Taking a league-wide scope, how many teams would be safer bets than Utah to slot into the Top 10 in points per 100 on both ends? Milwaukee for sure. After that, the Sixers, Nuggets and both LA teams are next in line right there with Utah. Milwaukee, Golden State, Toronto and Boston all accomplished the feat last season, with Denver just missing out at 11th in defense. Utah was first in defense at 104.7 points allowed per 100 and 14th in offense at 111.4. Minor slippage is expected defensively, but Rudy Gobert in coordination with the funneling scheme around him should keep Utah in the Top 5, and the offense will perk up with Mike Conley and Bojan Bogdanovic aboard barring serious injury. The degree to which way the offense and defense swings will determine a lot. Does the defense regress to around fifth, while the offense barely cracks the Top 10, or is possible for Utah to craft a Top 5 unit on both sides of the ball? There’s a path to those dueling Top 5 marks, which only the 60-win Bucks pulled off last season.

Conley seems like an ideal point guard for mastermind — make that wealthy mastermind — Quin Snyder’s offense of layered actions and screens. He thrives with savvy changes of pace and acute angles, and Utah’s offense provides plenty of cases to deploy those sorts of canny smarts. Conley and Gobert fusing together a nascent two-man game of stop-and-start, patty-cake-style DHOs by the start of December feels like a thing.

The Ingles-Bogdanovic forward combo gives Utah two theoretical knockdown shooters with off-screen verve. They’re also complimentary in that way; Ingles is better at moonwalking into 3s off picks — pin down fades, twirl action pops, one-dribble PNR pull-ups — but he’s never been the bolt-off-a-pin down gunner like Bogdanovic has flashed in the past. The projected closing five of Conley-Donovan Mitchell-Ingles-Bogey-Gobert oozes potential for peak side-to-side harmony as a quartet of dependable shooters all with off-the-bounce oomph that should allow the drive-and-kick, secondary PNR game to really hum within the Gobert screen-and-dive half-court circuit. Between Gobert’s incessant rim runs and offensive rebounding, Mitchell’s zesty finishing on drives, Ed Davis’ putbacks, and the gobs of PNRs and basket cuts Utah will unleash on spiritless defenses with prime spacing, the Jazz have a case to lead the league in restricted area scoring this season after ranking seventh last season.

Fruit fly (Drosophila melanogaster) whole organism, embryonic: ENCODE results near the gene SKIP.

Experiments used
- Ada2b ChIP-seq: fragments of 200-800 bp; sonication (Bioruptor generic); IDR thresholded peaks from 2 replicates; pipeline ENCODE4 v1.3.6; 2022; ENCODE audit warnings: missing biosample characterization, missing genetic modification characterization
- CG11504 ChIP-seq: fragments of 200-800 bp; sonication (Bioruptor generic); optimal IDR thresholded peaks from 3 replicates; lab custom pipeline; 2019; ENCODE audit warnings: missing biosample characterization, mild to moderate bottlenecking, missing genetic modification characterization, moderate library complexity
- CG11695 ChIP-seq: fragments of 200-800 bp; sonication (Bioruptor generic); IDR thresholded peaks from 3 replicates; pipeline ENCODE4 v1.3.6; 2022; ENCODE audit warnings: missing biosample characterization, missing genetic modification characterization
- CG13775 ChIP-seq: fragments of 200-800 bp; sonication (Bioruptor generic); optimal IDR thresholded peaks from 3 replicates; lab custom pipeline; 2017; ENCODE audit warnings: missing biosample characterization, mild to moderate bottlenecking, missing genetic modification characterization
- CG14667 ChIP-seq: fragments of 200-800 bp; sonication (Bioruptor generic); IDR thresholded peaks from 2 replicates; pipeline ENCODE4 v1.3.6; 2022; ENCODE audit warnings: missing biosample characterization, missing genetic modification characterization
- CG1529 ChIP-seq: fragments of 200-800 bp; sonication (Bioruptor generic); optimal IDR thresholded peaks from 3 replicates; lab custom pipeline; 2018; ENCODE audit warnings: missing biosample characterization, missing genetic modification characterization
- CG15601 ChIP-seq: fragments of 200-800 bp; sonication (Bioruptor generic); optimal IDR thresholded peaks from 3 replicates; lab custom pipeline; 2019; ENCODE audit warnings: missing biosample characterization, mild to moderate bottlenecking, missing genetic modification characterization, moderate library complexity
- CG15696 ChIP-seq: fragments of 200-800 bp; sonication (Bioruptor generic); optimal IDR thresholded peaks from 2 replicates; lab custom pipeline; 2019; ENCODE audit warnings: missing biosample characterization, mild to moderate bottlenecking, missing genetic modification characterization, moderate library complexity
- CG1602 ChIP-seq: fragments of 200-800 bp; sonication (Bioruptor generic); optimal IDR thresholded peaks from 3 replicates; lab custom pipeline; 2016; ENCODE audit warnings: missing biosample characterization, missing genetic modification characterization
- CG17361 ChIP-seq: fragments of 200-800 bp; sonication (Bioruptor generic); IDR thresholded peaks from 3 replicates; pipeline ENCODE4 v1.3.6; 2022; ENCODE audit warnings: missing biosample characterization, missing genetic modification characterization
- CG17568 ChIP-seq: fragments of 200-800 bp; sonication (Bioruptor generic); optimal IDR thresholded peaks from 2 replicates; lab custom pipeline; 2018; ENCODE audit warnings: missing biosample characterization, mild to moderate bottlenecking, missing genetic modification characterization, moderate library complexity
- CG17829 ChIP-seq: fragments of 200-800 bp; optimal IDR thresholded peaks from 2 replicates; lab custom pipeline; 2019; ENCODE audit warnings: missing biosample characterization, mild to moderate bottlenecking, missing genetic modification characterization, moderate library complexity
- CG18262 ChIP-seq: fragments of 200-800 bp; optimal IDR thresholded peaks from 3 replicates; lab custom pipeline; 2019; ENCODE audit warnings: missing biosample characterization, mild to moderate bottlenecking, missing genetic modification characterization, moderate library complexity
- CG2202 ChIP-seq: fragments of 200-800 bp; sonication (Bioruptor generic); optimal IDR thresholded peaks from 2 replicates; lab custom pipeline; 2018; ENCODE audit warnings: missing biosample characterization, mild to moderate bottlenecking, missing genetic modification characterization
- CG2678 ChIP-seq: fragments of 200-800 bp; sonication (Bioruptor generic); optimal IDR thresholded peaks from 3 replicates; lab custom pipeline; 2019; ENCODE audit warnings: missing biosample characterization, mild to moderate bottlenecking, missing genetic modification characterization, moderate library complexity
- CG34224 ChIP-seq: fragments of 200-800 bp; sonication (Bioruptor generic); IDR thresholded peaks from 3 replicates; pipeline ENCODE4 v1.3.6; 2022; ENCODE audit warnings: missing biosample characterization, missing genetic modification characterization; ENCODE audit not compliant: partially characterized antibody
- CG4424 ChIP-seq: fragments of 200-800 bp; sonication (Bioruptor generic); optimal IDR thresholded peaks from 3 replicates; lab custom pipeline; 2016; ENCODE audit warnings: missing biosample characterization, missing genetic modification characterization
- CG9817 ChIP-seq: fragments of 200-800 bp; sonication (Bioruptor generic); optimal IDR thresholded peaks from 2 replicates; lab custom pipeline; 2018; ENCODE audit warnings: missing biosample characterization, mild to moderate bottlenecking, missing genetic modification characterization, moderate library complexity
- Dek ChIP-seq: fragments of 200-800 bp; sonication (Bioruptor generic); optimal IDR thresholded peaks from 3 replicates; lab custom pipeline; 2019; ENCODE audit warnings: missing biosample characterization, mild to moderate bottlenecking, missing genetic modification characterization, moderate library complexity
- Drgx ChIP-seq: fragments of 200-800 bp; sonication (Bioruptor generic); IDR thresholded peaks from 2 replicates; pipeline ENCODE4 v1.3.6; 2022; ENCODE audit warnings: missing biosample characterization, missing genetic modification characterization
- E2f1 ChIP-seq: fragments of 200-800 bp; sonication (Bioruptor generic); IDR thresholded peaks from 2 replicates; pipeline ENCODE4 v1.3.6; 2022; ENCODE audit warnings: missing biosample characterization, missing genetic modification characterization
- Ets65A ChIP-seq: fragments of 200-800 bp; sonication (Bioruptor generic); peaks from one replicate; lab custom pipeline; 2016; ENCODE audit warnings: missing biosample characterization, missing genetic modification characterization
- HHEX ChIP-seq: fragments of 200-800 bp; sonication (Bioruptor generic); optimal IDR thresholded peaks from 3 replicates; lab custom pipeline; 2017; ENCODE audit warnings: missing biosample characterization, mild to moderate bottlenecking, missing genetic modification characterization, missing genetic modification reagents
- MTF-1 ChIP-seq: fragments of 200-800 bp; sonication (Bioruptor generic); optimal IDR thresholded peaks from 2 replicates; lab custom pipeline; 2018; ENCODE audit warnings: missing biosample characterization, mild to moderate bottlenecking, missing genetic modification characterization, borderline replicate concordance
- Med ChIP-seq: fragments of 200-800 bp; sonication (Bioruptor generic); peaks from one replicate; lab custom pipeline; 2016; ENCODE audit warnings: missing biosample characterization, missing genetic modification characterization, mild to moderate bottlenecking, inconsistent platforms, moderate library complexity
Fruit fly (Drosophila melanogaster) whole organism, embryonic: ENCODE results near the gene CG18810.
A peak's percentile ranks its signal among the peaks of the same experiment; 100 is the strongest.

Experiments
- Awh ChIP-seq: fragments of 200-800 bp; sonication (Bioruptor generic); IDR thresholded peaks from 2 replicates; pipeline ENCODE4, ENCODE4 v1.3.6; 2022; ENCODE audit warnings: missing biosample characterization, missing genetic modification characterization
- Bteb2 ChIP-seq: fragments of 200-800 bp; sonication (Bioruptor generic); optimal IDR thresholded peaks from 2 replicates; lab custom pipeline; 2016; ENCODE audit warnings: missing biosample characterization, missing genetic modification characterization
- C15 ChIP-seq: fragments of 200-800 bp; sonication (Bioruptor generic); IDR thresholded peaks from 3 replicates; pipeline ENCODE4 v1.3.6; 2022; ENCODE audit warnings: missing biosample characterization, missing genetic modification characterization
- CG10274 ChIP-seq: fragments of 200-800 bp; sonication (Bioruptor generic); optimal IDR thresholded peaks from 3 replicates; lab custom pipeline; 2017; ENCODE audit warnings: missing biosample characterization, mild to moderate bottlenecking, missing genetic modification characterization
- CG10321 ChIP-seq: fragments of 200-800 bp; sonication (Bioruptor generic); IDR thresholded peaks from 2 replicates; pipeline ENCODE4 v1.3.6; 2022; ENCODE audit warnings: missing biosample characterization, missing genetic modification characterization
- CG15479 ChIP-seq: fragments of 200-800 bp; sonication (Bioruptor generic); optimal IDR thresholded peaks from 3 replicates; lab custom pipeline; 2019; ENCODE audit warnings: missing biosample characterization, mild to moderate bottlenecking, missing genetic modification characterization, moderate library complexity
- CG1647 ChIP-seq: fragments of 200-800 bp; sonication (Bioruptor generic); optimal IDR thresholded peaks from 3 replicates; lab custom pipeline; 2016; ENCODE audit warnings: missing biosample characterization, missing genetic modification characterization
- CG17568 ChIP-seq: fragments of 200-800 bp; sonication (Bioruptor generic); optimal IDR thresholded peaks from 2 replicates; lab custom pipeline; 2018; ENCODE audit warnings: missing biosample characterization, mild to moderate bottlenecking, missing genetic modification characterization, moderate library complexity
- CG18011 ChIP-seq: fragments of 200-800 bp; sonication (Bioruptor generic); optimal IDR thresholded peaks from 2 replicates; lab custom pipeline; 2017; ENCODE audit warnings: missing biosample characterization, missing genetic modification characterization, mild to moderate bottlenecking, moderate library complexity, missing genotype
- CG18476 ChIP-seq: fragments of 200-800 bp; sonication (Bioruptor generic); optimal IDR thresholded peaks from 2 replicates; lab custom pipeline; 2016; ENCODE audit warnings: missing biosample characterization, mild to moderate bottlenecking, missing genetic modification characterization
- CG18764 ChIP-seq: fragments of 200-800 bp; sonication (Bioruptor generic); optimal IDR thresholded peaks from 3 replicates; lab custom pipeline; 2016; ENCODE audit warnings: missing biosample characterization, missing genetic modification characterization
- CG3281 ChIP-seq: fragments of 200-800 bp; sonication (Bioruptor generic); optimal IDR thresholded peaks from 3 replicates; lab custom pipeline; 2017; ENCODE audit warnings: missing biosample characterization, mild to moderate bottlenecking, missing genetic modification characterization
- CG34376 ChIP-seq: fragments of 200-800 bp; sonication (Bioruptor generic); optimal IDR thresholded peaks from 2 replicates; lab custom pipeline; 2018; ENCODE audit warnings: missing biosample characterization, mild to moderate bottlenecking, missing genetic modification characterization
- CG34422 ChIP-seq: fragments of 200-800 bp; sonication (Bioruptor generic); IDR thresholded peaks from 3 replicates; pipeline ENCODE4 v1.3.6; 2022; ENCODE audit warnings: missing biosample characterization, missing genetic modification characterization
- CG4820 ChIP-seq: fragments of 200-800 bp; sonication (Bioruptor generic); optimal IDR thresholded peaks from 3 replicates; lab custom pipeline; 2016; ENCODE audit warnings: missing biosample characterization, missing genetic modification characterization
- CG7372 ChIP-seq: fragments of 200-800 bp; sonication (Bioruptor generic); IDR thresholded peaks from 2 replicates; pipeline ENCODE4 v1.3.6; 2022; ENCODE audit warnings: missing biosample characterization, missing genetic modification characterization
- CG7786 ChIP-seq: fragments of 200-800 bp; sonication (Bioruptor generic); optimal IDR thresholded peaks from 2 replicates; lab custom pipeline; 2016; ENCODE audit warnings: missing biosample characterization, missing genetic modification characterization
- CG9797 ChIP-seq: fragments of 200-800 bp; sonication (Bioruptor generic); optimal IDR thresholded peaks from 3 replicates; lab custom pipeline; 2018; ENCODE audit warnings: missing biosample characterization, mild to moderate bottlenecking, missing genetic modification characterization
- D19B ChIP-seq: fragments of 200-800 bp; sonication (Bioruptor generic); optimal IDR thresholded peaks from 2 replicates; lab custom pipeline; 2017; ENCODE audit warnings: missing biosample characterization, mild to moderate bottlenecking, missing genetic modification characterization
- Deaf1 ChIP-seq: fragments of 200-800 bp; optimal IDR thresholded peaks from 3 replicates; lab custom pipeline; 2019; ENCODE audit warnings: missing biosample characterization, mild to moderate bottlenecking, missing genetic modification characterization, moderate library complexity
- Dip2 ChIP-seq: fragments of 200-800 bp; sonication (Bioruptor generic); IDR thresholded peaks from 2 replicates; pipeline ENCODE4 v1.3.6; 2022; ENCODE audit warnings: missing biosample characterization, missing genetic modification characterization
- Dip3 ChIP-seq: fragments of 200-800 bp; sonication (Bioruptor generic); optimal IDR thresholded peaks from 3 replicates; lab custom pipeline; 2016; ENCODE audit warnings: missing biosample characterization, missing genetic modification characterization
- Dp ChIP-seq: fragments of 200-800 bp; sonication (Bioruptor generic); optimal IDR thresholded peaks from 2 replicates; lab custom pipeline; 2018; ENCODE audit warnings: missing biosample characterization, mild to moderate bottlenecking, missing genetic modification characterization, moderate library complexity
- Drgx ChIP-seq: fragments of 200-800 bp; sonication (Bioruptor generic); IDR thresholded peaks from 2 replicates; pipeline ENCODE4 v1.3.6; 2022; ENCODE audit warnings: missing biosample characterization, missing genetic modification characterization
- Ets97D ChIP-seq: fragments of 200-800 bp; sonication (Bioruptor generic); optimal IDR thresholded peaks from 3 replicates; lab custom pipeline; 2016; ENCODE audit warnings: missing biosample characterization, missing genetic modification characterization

My biggest worry with the Jazz is the theory behind them is a level above what actually comes out in the wash. Until they ramp up their transition game, the offense will always leave points on the table, and their style — for all the egalitarian, multiple-action goodness — is prone to a high turnover rate. Gobert, defensive-orientated lineups involving Royce O’Neale and Dante Exum, and plenty of minutes with two bigs on the floor should continue to prop up Utah’s defense — along with their midrange-heavy shot profile and top notch defensive rebounding — but can that unit hold true even against the best and brightest in the playoffs.

Utah’s playoff losses to Houston each of the last two seasons — a terrible matchup for them — probably doesn’t give the Jazz’s postseason outlook a fair shake, but those exits are the larger piece of a small sample when it comes to the current iteration of the Jazz and the playoffs. The defense was a train wreck in the first two games of last season’s conference semifinal loss to Houston. Folks were baffled at the brazen degrees to which Utah sat on James Harden’s left by design, almost rolling out a red carpet to the basket, while trying to sort out a weak side rotational rigmarole. OK, fine, it was a wonky gambit and it failed, so what?

Well, the Houston series didn’t bode well for Gobert as an impregnable one-man defensive anchor in the postseason. He sort of has this proclivity to try to take away everything from an opposing offense inside the 3-point line — the rim, floater range, midrange. In today’s NBA, that’s just not feasible. Gobert gives the Jazz the ability to creep as close to that line as any defense in the league, but it’s OK if Harden gets off a floater now and again. Can Harden make that shot? Absolutely. But that’s what you live with. It was as if Gobert just couldn’t curb his impulse to venture out of the restricted area in reaction to a possible Harden floater, giving way to Clint Capela lobs.

It’s icky to nitpick from that Houston series and really Utah’s overall playoff results the past two seasons — lots of pundits talk about the Jazz like they’ve underachieved in the last two postseasons, but they’ve probably been about as expected. Still, there’s a cruel reality that looms over the Jazz: In the postseason crucible, there’s a ceiling to teams without top stars.

Enter Mitchell, whose development is Utah’s best pathway to true title contention. Through two seasons, he’s been a bit perplexing, an eye-test darling dripping with gumption and swagger who has yet to reign in his efficiency. Gripes over his advanced metrics are warranted considering his role as a lead ball handler, but really, I don’t care about them; this guy just flashes so much big-time stuff — shifty scoop shots, off-the-bounce 3s, crafty probing, cross-court passing — without even a tinge of intimidation from anything or anyone.